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The information provided here is meant to give you a general idea about each of the medications listed below. Only the most general side effects are included. Ask your doctor if you need to take any special precautions. Use each of these medications as recommended by your doctor, or according to the instructions provided. If you have further questions about usage or side effects, talk to your doctor.

Prescription Medications


  • Mazindol (Mazanor, Sanorex)
  • Modafinil (Provigil)
  • Armodafinil (Nuvigil)
  • Methylphenidate
  • Dextroamphetamine

Tricyclic antidepressants

  • Imipramine (Tofranil)
  • Desipramine (Norpramin)
  • Clomipramine (Anafranil)
  • Protriptyline (Vivactil)

Selective serotonin reuptake inhibitors (SSRIs)

  • Fluoxetine (Prozac)
  • Paroxetine (Paxil)
  • Sertraline (Zoloft)

Common names include:

  • Methylphenidate (Ritalin)
  • Dextroamphetamine (Dexedrine)
  • Mazindol (Mazanor, Sanorex)
  • Modafinil (Provigil)
  • Armodafinil (Nuvigil)

Stimulants can help you be more alert and awake. While using stimulant medications, you should take the following precautions:

  • To avoid difficulty sleeping at night, ask your doctor about taking your last dose before 6:00 pm.
  • Do not suddenly stop taking a stimulant drug.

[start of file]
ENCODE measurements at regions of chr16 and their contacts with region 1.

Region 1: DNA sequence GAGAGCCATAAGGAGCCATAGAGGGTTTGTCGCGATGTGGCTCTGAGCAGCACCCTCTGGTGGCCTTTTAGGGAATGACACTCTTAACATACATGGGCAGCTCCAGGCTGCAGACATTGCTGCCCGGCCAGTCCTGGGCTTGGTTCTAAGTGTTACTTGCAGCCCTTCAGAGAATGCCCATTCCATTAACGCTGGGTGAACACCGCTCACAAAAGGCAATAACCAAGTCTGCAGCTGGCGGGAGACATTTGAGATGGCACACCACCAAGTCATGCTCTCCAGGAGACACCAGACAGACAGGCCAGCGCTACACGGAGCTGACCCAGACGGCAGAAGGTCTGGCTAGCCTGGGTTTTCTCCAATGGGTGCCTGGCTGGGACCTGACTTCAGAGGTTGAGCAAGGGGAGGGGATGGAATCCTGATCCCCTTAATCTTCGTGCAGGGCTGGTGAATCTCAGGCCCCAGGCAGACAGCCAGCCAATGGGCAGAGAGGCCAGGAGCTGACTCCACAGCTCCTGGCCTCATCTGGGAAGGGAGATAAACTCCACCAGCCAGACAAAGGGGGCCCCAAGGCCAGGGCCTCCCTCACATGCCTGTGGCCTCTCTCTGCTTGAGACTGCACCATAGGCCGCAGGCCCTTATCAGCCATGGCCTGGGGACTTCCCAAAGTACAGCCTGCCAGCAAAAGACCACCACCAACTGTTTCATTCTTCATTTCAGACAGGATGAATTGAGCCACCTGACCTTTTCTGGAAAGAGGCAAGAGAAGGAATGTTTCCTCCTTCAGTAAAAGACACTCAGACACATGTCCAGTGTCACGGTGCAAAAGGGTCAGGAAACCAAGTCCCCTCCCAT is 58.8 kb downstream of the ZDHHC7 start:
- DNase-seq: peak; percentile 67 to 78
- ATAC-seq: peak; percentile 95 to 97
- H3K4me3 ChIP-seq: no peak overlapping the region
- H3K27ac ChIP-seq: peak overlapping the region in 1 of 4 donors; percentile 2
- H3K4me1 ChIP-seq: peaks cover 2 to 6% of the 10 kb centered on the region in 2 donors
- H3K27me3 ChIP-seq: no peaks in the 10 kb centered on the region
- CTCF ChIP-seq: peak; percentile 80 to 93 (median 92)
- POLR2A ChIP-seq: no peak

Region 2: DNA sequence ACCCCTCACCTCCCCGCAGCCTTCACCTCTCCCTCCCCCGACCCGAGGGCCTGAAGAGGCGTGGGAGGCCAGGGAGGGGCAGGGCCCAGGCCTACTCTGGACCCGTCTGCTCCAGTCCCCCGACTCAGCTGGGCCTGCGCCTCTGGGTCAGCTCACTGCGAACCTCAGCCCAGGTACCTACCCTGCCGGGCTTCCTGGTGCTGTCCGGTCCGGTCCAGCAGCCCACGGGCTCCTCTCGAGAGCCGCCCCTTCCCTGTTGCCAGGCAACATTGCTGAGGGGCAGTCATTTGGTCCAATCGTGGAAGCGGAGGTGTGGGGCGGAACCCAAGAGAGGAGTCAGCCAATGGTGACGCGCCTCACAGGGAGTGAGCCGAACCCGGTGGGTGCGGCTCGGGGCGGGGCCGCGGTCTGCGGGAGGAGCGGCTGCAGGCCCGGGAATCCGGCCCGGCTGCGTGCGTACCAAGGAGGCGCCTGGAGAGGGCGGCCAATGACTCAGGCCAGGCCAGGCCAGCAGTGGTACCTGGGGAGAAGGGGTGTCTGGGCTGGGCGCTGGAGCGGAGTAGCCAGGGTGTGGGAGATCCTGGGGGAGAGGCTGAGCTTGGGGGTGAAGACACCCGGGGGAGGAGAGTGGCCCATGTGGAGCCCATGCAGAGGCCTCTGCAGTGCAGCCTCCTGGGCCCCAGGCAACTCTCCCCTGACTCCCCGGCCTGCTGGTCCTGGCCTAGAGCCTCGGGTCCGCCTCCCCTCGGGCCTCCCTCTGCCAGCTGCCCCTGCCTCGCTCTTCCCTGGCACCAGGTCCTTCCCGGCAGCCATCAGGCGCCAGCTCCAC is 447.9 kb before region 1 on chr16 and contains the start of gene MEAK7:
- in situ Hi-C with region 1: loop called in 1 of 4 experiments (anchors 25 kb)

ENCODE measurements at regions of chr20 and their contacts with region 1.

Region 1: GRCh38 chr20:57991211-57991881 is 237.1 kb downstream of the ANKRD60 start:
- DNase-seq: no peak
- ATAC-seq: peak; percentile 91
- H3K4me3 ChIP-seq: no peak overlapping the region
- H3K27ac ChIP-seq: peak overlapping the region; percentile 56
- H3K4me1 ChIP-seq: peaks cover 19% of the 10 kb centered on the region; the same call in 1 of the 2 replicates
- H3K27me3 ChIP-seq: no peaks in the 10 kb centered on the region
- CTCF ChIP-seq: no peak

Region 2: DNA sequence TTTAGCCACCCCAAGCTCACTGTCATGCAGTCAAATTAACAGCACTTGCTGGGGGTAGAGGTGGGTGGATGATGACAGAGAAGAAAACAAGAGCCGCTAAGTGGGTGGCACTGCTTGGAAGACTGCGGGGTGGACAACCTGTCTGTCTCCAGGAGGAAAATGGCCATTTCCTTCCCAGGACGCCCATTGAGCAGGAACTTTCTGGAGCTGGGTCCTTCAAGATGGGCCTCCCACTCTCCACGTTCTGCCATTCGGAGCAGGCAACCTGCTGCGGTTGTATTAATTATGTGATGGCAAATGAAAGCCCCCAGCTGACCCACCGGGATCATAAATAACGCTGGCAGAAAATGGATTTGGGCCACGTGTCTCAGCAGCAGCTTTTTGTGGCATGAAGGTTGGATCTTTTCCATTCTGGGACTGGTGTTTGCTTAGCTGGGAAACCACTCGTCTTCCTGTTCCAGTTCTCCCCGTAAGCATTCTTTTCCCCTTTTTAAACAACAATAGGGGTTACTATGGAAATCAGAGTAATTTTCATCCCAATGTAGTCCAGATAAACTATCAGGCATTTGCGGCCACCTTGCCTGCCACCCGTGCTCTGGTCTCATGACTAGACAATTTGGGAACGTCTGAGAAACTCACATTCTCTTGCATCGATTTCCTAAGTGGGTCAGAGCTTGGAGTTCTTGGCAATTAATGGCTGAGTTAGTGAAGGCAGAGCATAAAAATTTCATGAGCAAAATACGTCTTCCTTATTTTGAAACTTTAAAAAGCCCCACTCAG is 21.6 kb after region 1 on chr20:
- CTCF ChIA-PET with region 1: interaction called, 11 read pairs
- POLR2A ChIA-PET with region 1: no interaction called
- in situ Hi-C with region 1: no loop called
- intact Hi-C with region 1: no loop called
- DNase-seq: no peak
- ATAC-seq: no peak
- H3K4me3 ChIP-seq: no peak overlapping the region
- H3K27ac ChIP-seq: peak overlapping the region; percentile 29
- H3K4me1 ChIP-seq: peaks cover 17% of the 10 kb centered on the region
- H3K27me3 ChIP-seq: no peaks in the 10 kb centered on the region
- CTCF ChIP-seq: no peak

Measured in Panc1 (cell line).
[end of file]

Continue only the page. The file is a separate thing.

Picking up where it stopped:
• Have your doctor approve any other medications you take while you are using stimulant medications. Stimulants can interact with a number of over-the-counter medications.
  • If you are taking sustained-release tablets, never crush or chew them.
  • If you have a history of seizures , tell your doctor. Your medications will have to be carefully chosen.

You may experience the following side effects:

  • Decreased appetite with potential weight loss
  • Insomnia
  • High blood pressure
  • Increased agitation, anxiety , jitteriness, or jumpiness
  • Vomiting, nausea, decreased appetite
  • Increased heart rate and arrhythmia
  • Lightheadedness, drowsiness, or blurred vision
  • Serious rash

Note: You may notice these things when you first begin taking a stimulant medication. Until you know how the medication will affect you, you should avoid driving, operating machinery, and doing hazardous activities.

Tricyclic Antidepressants

Common names include:

  • Imipramine (Tofranil)
  • Desipramine (Norpramin)
  • Clomipramine (Anafranil)
  • Protriptyline (Vivactil)

You may be given a tricyclic antidepressant if you have symptoms, such as attacks of weakness, hallucinations as sleep begins, or sleep paralysis. To avoid stomach upset, take your tricyclic antidepressants with food, unless your doctor has told you otherwise.

Possible side effects include:

  • Dry mouth
  • Lightheadedness, drowsiness, or blurred vision
  • Low or high blood pressure
  • Constipation
  • Increased effects from alcohol, sleeping pills, tranquilizers, or sedatives
  • Sensitivity to sun
  • Blood sugar changes in people with diabetes
  • Hyperthermia—elevated body temperature
  • Risk of severe mood and behavior changes, including suicidal thoughts in some patients. Young adults may be at a higher risk for this side effect.
Anticataplexy Medication
  • Sodium oxybate (Xyrem)

Sodium oxybate is used to treat cataplexy. It is a drug that can be abused, so it is a controlled substance. Abuse can cause serious problems, such as trouble breathing, seizures, loss of consciousness, coma, and death. Abuse can also lead to dependence, craving, and withdrawal symptoms. If you are prescribed sodium oxybate, you will have to get the medicine from one central pharmacy. It is not available anywhere else.